According to the Organic Cotton Market Report 2007-2008 released by Lubbock, Texas-based non-profit
organization Organic Exchange (OE), global retail sales of organic cotton apparel and home textile
products reached an estimated $3.2 billion in 2008, a 63-percent increase over the $1.9-billion
market in 2007. Organic production is based on a farming system that maintains and replenishes soil
fertility without using toxic and persistent pesticides and fertilizers or genetically modified
The top 10 organic cotton-using brands and retailers globally were: Bentonville, Ark.-based
Wal-Mart Stores Inc.; Belgium-based C&A; Beaverton, Ore.-based Nike Inc.; England-based
H&M; Spain-based Zara; New York City-based Anvil Knitwear Inc.; Switzerland-based Coop Group;
San Francisco-based Pottery Barn; Renton, Wash.-based Greensource Organic; and Germany-based Hess
Despite the current economic downturn, most brands and retailers selling organic cotton
products are continuing their sustainability measures, with plans to expand product lines 24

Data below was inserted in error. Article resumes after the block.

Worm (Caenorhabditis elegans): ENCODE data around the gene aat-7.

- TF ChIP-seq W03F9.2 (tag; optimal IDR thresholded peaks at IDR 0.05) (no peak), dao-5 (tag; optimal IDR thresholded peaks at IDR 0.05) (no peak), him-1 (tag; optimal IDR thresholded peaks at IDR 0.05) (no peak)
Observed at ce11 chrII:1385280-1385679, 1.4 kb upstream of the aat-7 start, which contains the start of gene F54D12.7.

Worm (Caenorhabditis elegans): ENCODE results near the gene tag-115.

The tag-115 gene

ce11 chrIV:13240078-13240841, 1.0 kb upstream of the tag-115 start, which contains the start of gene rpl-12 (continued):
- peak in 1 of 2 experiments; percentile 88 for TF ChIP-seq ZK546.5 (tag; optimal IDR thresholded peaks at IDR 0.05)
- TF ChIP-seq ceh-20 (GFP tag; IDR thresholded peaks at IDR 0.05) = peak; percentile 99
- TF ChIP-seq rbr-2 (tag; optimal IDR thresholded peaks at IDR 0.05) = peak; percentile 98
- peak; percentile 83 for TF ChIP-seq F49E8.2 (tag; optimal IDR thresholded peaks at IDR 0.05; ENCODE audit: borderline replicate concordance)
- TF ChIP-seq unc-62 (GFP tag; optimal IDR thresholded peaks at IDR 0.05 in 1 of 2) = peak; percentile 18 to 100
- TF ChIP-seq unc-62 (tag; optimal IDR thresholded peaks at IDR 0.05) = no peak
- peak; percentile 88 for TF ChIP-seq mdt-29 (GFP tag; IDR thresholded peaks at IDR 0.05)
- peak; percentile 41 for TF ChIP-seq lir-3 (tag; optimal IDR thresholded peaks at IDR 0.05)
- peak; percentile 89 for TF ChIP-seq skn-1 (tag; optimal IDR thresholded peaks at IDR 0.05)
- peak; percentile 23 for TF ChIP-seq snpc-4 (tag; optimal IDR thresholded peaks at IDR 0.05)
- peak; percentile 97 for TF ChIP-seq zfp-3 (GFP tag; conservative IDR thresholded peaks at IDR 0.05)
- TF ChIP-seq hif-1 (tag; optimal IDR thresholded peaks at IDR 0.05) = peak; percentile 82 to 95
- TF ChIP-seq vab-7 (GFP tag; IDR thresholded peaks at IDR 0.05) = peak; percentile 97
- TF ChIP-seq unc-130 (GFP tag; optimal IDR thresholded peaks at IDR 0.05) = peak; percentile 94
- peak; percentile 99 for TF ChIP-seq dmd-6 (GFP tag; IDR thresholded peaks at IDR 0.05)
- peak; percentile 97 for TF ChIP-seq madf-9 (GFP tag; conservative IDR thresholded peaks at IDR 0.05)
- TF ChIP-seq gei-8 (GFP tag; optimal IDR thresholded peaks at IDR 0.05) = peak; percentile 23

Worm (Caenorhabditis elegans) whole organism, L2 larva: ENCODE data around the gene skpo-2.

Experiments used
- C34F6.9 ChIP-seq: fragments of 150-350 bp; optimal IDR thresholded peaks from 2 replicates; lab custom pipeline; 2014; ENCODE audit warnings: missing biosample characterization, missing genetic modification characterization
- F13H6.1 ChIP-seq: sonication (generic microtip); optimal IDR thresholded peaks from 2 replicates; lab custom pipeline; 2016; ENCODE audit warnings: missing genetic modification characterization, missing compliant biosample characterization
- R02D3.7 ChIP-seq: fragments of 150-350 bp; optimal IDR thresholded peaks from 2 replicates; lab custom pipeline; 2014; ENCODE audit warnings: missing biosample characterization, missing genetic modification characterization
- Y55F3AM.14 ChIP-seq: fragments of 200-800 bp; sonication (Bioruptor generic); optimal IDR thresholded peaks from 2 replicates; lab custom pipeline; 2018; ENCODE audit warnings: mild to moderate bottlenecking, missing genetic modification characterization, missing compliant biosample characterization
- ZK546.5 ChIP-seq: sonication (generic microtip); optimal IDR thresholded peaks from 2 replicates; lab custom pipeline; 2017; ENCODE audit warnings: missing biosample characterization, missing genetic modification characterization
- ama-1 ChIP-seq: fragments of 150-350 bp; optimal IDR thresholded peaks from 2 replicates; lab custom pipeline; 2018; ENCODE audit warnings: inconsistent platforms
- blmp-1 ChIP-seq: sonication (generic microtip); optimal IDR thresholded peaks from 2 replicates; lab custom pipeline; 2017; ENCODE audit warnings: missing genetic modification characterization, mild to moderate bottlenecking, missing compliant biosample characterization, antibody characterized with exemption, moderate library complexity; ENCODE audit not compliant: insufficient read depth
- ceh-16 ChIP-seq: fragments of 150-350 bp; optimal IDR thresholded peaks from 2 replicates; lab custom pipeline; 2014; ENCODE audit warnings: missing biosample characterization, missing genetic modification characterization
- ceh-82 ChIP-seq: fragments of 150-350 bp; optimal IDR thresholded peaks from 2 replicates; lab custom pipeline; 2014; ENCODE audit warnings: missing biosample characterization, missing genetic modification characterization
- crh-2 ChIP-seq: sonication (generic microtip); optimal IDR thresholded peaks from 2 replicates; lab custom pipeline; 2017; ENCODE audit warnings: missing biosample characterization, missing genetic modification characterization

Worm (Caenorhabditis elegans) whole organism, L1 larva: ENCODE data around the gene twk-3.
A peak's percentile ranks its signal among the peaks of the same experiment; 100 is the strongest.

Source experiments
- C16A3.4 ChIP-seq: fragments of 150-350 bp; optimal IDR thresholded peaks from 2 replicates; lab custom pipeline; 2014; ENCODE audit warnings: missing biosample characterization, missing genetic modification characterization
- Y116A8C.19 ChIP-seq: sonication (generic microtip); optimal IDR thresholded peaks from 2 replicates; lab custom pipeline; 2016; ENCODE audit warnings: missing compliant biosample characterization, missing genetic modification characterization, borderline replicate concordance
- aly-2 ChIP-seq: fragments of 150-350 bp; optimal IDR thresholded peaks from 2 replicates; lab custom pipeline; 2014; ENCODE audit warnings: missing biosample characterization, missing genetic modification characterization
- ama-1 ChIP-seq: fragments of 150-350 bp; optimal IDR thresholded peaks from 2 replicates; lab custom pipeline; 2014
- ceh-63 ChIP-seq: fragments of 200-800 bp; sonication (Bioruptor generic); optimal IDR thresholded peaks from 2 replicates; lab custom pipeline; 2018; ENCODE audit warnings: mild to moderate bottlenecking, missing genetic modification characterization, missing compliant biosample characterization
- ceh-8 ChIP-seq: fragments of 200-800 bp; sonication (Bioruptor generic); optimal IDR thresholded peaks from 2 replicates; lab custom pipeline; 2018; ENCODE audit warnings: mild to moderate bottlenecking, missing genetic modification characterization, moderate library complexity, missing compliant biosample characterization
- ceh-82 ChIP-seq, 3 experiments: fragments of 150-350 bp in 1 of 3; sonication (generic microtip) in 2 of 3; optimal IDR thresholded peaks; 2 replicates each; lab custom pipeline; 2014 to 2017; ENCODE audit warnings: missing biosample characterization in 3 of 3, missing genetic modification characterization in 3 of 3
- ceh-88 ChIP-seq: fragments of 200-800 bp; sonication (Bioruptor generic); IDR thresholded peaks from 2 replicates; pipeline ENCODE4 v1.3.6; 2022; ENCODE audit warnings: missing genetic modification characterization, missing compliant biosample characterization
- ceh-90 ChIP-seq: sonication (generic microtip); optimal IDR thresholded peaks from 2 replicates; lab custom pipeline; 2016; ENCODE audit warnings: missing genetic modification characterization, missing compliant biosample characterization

percent and 33 percent in 2009 and 2010, respectively, to create an estimated $4 billion market in
2009 and a $5.3 billion market in 2010.
“It is a sign of the times that despite ominous financial forecasts, brands and retailers
are standing fast to their commitment to making their product lines more sustainable by ever
increasing their use of organic cotton and other organic fibers such as wool, linen, and silk,”
said LaRhea Pepper, senior director, OE.
According to OE’s Organic Cotton Farm and Fiber Report 2008, the amount of organic cotton
grown by farmers globally in 2007/08 increased by 152 percent. The organization also noted that
during 2008, certified organic cotton fiber suppliers increased by 95 percent – compared with
annual growth rates of 45 percent in 2006 and 53 percent in 2007.
April 7, 2009